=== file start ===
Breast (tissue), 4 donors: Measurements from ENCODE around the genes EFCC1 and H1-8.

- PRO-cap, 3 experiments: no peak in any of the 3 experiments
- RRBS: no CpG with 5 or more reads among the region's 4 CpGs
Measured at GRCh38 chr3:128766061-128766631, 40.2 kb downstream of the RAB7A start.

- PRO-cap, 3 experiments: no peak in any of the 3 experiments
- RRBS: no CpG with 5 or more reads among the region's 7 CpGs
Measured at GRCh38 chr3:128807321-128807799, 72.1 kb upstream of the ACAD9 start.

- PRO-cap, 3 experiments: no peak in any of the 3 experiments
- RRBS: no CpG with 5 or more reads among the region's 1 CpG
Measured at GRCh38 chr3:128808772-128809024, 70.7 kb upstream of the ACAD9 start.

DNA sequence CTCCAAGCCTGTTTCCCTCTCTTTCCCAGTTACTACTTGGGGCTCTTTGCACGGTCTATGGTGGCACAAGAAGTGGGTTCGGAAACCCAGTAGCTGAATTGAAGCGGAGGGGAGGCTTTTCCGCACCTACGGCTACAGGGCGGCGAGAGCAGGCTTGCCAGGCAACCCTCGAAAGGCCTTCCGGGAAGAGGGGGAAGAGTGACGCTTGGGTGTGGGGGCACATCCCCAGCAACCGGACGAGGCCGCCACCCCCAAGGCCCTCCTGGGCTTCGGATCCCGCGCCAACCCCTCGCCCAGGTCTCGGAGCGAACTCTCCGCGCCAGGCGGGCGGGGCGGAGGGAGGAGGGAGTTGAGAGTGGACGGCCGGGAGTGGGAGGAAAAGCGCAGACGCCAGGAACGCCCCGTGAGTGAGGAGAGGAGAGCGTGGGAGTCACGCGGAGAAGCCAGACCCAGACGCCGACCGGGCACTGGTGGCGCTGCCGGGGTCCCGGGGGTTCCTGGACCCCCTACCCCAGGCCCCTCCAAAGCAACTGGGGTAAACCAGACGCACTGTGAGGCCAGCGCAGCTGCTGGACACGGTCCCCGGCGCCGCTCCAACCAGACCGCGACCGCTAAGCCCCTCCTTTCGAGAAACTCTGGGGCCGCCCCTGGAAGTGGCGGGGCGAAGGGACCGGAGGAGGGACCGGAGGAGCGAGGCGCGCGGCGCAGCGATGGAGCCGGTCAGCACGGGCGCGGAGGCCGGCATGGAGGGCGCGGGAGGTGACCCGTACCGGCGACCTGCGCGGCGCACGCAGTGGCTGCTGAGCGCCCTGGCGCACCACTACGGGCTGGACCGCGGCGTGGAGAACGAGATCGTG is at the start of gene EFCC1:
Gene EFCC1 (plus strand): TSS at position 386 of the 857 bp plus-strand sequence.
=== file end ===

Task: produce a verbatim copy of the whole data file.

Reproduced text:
Breast (tissue), 4 donors: Measurements from ENCODE around the genes EFCC1 and H1-8.

- PRO-cap, 3 experiments: no peak in any of the 3 experiments
- RRBS: no CpG with 5 or more reads among the region's 4 CpGs
Measured at GRCh38 chr3:128766061-128766631, 40.2 kb downstream of the RAB7A start.

- PRO-cap, 3 experiments: no peak in any of the 3 experiments
- RRBS: no CpG with 5 or more reads among the region's 7 CpGs
Measured at GRCh38 chr3:128807321-128807799, 72.1 kb upstream of the ACAD9 start.

- PRO-cap, 3 experiments: no peak in any of the 3 experiments
- RRBS: no CpG with 5 or more reads among the region's 1 CpG
Measured at GRCh38 chr3:128808772-128809024, 70.7 kb upstream of the ACAD9 start.

DNA sequence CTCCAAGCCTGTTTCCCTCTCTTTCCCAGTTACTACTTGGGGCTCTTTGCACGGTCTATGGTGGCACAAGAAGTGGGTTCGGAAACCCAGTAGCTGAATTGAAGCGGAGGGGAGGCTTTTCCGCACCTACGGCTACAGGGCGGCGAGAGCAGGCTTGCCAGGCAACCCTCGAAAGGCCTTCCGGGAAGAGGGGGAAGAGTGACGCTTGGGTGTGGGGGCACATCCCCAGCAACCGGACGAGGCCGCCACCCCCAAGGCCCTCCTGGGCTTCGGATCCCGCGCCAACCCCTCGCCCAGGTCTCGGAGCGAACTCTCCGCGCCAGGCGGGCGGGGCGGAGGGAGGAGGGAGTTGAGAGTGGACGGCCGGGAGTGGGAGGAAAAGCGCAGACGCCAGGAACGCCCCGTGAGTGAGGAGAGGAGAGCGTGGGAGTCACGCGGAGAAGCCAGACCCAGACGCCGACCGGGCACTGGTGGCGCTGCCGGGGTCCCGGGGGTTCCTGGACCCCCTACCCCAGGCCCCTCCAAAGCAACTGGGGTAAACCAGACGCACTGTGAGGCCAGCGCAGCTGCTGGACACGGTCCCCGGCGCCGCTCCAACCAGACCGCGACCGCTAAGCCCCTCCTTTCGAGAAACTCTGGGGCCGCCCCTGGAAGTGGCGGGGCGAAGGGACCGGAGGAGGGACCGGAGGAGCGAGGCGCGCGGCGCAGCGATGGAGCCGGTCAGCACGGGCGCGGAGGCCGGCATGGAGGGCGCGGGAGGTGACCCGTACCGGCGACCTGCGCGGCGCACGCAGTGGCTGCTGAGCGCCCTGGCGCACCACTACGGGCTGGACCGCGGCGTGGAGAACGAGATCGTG is at the start of gene EFCC1:
Gene EFCC1 (plus strand): TSS at position 386 of the 857 bp plus-strand sequence.